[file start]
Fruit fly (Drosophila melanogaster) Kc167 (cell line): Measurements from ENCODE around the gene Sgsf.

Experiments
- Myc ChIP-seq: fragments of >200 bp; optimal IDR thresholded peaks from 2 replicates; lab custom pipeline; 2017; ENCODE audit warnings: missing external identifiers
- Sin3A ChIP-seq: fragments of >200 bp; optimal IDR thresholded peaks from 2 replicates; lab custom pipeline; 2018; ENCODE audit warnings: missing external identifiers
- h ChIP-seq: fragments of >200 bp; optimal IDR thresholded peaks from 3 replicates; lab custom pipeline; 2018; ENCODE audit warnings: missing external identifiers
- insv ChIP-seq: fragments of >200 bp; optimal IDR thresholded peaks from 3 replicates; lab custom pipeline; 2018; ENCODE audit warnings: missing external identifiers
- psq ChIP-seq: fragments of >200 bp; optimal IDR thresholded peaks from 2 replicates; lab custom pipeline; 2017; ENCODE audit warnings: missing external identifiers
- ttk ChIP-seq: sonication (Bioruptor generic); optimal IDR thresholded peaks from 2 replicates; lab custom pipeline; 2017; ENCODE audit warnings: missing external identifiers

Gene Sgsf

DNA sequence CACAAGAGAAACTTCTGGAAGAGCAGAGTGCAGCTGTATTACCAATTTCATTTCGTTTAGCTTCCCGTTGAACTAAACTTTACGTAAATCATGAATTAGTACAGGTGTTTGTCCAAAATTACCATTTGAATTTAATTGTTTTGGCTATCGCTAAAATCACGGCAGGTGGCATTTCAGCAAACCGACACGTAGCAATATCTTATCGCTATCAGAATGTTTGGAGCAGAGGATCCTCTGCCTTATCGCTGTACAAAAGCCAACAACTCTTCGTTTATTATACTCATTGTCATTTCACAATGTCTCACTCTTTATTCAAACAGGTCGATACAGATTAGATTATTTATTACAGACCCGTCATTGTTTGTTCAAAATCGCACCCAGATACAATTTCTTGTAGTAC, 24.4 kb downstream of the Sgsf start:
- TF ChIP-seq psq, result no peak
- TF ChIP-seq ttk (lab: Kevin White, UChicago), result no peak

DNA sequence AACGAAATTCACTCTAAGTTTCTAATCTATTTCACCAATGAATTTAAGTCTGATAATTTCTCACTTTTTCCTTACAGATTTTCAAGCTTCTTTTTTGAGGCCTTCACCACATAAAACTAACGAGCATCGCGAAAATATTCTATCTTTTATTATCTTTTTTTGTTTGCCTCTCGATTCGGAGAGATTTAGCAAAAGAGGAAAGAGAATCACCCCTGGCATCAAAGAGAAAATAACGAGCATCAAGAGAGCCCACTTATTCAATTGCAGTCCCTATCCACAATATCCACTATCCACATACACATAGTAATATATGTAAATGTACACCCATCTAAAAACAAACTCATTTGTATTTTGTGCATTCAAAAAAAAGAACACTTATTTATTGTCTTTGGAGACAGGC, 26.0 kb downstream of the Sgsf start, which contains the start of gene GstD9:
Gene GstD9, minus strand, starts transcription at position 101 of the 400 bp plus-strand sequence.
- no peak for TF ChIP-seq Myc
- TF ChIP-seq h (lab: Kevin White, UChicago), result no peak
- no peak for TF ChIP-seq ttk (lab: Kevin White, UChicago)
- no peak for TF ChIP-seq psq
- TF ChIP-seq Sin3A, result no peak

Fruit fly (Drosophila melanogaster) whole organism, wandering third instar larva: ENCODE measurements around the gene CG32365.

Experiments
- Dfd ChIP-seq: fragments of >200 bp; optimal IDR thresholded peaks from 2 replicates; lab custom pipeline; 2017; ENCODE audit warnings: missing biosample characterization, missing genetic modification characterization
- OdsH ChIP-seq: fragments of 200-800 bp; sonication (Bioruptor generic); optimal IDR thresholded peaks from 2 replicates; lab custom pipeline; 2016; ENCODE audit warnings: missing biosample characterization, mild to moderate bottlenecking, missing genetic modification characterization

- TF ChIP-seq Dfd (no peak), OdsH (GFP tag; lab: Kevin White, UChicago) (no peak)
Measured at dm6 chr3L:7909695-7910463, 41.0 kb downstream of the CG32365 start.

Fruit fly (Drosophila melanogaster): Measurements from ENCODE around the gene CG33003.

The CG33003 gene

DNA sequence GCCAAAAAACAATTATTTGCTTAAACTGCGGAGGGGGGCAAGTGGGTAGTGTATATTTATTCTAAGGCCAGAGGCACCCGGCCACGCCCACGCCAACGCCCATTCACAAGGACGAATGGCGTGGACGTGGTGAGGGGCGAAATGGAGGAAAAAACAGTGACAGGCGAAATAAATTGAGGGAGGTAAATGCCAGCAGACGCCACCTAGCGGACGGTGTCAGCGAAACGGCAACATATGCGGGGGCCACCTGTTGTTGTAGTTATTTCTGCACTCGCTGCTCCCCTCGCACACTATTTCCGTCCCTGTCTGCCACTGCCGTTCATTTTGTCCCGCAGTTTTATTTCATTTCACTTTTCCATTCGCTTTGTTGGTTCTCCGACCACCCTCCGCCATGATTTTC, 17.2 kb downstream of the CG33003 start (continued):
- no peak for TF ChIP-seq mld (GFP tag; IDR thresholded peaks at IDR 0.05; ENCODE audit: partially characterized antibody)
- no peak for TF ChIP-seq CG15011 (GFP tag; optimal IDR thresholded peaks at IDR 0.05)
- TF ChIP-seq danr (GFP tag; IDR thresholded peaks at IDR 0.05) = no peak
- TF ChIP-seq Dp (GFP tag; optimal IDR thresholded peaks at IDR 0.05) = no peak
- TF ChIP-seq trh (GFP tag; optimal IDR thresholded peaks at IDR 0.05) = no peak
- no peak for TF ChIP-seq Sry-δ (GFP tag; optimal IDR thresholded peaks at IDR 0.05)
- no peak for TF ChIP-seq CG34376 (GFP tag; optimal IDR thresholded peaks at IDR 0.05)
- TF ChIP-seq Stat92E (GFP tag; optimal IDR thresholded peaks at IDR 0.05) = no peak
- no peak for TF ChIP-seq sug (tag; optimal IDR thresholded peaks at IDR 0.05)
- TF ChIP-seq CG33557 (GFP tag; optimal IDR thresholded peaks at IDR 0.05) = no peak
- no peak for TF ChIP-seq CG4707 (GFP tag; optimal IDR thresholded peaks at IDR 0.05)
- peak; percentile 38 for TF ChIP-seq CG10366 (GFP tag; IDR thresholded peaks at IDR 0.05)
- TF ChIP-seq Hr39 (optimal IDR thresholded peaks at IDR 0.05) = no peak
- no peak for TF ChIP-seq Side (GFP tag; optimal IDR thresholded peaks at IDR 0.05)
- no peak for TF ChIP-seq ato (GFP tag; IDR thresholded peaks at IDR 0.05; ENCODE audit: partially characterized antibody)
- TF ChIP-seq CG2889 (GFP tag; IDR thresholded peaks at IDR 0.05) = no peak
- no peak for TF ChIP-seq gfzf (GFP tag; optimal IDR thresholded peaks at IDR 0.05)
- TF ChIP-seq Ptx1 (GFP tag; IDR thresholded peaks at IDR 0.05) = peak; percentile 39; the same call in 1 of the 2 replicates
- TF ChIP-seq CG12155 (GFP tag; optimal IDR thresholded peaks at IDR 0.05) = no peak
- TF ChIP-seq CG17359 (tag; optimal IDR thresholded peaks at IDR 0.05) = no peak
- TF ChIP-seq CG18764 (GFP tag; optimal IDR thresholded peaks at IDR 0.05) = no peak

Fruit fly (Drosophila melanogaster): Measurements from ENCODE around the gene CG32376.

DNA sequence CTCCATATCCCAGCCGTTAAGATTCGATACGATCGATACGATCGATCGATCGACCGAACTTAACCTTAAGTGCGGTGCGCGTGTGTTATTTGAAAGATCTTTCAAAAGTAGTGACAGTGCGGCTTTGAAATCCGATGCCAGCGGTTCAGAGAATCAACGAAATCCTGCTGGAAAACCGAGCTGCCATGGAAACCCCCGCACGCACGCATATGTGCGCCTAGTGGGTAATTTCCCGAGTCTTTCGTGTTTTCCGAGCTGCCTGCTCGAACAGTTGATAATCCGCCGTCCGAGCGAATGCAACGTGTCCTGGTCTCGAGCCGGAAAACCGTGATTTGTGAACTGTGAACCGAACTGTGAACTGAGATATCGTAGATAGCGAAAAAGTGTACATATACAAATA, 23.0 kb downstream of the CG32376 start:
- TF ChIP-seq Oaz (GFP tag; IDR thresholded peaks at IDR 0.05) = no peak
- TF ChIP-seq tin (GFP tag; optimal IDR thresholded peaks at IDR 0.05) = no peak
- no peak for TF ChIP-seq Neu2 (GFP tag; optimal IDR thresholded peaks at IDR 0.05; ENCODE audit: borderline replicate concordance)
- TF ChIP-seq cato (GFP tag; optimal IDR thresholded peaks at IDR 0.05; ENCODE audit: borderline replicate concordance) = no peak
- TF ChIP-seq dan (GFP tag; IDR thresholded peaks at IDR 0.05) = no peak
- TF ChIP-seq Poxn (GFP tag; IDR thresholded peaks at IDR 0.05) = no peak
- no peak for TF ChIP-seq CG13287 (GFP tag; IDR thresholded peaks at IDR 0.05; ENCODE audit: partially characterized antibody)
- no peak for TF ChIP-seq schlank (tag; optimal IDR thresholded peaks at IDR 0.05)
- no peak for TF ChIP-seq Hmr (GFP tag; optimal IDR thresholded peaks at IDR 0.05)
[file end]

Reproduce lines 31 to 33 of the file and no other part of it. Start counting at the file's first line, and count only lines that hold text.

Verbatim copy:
- TF ChIP-seq danr (GFP tag; IDR thresholded peaks at IDR 0.05) = no peak
- TF ChIP-seq Dp (GFP tag; optimal IDR thresholded peaks at IDR 0.05) = no peak
- TF ChIP-seq trh (GFP tag; optimal IDR thresholded peaks at IDR 0.05) = no peak